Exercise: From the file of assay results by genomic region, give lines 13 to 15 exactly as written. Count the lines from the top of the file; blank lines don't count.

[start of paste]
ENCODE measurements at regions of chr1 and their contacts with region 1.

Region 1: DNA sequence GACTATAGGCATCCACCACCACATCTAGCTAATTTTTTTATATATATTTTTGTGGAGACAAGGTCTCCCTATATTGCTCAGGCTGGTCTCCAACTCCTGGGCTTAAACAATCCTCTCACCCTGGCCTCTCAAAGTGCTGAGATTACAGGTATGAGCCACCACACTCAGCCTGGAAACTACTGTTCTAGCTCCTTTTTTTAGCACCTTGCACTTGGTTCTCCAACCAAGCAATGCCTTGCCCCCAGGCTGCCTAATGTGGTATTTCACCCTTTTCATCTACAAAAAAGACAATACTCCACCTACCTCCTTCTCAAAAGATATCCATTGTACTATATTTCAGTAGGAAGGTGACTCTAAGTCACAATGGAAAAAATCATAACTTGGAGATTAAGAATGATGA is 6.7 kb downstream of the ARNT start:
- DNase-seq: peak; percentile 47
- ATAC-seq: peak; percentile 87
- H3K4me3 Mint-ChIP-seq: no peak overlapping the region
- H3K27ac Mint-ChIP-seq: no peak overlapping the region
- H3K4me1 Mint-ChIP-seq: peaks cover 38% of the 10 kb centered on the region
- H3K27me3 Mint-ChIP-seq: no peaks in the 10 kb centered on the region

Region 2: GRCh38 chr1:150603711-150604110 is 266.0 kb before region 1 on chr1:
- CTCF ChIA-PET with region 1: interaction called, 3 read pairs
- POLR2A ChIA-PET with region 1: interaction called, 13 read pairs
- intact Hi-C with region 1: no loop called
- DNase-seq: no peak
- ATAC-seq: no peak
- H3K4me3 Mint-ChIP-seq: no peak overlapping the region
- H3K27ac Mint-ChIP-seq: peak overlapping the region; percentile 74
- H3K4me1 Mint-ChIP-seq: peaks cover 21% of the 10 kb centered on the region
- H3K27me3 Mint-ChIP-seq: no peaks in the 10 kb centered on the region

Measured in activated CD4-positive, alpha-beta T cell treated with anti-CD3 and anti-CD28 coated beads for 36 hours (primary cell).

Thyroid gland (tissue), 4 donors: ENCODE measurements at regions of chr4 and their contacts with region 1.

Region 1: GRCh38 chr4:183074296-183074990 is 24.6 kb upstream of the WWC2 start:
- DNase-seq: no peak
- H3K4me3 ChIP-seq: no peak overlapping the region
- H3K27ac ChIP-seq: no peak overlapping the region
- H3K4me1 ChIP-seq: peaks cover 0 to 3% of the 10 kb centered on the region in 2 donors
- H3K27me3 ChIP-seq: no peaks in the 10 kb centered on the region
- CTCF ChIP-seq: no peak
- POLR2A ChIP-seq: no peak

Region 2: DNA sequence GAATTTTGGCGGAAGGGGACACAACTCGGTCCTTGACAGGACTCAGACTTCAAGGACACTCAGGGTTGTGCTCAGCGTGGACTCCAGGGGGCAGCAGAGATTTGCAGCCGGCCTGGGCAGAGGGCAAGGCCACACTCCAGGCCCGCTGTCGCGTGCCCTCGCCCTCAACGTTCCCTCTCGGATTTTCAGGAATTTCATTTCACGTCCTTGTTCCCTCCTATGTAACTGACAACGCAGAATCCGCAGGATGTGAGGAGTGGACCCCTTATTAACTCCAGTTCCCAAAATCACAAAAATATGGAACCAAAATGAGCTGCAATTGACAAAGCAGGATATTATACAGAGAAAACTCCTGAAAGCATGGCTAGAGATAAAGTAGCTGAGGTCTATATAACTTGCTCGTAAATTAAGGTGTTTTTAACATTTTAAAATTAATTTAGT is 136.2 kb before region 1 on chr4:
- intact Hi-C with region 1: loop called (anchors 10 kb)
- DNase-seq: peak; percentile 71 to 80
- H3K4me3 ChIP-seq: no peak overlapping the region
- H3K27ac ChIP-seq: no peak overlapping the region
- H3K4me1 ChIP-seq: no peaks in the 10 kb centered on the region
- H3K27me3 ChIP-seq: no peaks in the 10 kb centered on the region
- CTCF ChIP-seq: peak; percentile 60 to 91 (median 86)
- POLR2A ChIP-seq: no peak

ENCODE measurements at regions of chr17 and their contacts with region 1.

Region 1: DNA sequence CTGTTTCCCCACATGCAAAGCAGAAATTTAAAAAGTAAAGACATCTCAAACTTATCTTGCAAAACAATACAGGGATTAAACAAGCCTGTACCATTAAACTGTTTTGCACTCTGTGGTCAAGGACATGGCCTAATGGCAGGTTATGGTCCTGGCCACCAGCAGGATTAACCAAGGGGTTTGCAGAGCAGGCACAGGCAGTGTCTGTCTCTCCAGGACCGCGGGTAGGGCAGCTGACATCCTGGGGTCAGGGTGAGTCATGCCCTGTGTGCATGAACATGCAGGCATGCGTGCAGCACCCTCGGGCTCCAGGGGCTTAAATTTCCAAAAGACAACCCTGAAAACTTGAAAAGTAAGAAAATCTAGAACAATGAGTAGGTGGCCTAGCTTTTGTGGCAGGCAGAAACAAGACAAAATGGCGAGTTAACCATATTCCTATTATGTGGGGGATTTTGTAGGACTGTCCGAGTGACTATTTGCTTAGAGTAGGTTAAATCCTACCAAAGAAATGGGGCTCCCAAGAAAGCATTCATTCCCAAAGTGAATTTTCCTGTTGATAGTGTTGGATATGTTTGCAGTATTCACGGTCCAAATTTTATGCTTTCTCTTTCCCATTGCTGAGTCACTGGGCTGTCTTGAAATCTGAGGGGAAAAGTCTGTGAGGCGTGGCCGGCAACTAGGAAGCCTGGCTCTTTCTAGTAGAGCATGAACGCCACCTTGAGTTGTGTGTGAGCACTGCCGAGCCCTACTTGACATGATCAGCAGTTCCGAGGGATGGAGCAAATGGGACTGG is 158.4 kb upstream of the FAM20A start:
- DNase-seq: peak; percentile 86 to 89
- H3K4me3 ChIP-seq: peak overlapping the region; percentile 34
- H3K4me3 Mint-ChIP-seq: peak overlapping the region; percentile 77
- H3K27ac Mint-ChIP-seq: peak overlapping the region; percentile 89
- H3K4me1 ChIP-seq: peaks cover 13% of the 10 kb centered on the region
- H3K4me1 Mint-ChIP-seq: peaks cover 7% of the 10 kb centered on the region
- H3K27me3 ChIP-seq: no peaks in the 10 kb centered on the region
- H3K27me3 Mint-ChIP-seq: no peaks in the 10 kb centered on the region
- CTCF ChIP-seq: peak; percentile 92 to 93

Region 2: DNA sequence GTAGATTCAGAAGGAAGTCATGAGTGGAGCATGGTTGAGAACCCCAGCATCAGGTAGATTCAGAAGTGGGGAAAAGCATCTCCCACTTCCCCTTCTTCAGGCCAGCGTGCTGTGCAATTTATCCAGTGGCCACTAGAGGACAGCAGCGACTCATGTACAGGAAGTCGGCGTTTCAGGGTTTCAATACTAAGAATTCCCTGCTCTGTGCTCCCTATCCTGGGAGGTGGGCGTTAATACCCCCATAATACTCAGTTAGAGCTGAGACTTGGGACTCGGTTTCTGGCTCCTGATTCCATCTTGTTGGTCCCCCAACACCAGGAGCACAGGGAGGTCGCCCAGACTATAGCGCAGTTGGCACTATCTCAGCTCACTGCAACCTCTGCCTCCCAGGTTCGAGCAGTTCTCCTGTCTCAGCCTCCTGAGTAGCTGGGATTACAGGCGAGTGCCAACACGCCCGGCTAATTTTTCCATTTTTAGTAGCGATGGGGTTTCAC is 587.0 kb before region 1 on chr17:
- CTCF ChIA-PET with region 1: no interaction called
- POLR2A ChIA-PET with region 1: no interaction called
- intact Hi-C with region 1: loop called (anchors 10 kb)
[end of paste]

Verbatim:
- DNase-seq: no peak
- ATAC-seq: no peak
- H3K4me3 Mint-ChIP-seq: no peak overlapping the region